NVIDIA called in the big guns to help promote its Tesla graphics processing units (GPUs), announcing new efforts this week with Microsoft to explore applications for high performance parallel computing using Windows HPC Server 2008. In that vein, NVIDIA Research developed several GPU-enabled applications on the Windows HPC Server 2008 platform, including a ray tracing application that can be tapped to do advanced photo-realistic modeling of automobiles. NVIDIA also collaborated with Microsoft’s research arm to install a large Tesla GPU computing cluster with the intention of studying new applications optimized for the GPU. NVIDIA’s Tesla GPUs support Windows XP and Windows Vista on the workstation, and Windows Server 2003 and Windows Server 2008 in the data center. A number of large workstation OEMs, including Cray, Dell, Hewlett-Packard and Lenovo offer personal workstation platforms built on the Tesla C1060 and S1070 GPUs. Andy Keane, general manager of NVIDIA’s Tesla business, maintains that scientific and engineering communities leveraging the GPU platform are achieving performance boosts of between 20 to 200 times, depending on their application.
According to a study by the National Institute of Standards and Technology, one of the factors in the collapse of the original World Trade Center towers on Sept. 11, 2001, was the reduction in the yield strength of the steel reinforcement as a result of the high temperatures of the fire and the loss of thermal insulation.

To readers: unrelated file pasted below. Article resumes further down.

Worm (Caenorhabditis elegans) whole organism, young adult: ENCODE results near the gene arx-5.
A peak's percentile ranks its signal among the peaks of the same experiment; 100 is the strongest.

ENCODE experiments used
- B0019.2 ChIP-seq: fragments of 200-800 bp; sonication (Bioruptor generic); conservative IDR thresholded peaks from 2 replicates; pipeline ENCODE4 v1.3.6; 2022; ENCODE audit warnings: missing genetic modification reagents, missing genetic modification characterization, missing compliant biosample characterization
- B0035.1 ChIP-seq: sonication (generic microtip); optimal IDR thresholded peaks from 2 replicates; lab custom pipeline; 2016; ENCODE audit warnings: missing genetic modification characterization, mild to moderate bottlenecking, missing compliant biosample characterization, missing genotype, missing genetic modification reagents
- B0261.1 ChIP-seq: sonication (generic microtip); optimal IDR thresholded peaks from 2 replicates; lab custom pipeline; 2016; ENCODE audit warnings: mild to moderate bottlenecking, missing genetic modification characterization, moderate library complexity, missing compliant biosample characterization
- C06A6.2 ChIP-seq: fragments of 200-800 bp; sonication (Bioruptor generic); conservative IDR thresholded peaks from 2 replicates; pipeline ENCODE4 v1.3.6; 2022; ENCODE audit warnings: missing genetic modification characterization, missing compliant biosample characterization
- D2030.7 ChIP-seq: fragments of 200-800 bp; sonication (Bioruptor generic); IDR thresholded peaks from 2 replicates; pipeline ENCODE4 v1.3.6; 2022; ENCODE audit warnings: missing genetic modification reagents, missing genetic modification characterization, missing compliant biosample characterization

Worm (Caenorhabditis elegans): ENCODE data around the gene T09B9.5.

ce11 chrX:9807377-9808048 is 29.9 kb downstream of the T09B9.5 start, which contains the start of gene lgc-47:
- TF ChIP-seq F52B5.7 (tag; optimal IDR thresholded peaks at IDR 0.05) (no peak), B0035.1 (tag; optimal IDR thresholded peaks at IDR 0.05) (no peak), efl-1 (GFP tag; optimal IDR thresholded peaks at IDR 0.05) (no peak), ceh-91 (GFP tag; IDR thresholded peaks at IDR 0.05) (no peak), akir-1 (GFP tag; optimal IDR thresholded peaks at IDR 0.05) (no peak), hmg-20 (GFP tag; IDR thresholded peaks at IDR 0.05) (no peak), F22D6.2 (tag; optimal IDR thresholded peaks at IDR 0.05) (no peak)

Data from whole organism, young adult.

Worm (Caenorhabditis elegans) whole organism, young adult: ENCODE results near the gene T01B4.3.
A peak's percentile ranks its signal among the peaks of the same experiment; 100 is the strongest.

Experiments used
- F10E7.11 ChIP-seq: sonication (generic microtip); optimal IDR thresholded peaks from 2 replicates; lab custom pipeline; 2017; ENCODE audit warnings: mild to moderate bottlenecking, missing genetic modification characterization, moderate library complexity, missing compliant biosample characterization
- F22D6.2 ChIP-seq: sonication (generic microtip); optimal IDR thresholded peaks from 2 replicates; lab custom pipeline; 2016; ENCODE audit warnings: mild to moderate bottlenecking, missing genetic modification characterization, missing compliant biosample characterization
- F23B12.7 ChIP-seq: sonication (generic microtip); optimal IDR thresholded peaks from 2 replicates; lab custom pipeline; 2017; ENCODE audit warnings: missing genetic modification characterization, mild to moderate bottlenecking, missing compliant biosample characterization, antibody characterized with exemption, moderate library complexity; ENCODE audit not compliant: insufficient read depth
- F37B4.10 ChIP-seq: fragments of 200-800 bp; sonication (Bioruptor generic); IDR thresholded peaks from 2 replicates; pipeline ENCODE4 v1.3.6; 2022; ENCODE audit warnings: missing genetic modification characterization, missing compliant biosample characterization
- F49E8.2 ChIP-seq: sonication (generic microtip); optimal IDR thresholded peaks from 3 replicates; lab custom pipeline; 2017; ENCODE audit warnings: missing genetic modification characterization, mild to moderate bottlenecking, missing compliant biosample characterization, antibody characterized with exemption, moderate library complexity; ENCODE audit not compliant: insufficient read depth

Robots are getting more agile and automation systems are becoming more complex. Yet the most impressive development in robotics and automation is increased intelligence. Machines in automation are increasingly able to analyze huge amounts of data. They are often able to see, speak, even imitate patterns of human thinking. Researchers at European Automation
call this deep learning.
The promise of the Internet of Things (IoT) is that devices, gadgets, and appliances we use every day will be able to communicate with one another. This potential is not limited to household items or smartphones, but also things we find in our yard and garden, as evidenced by a recent challenge from the element14 design community.
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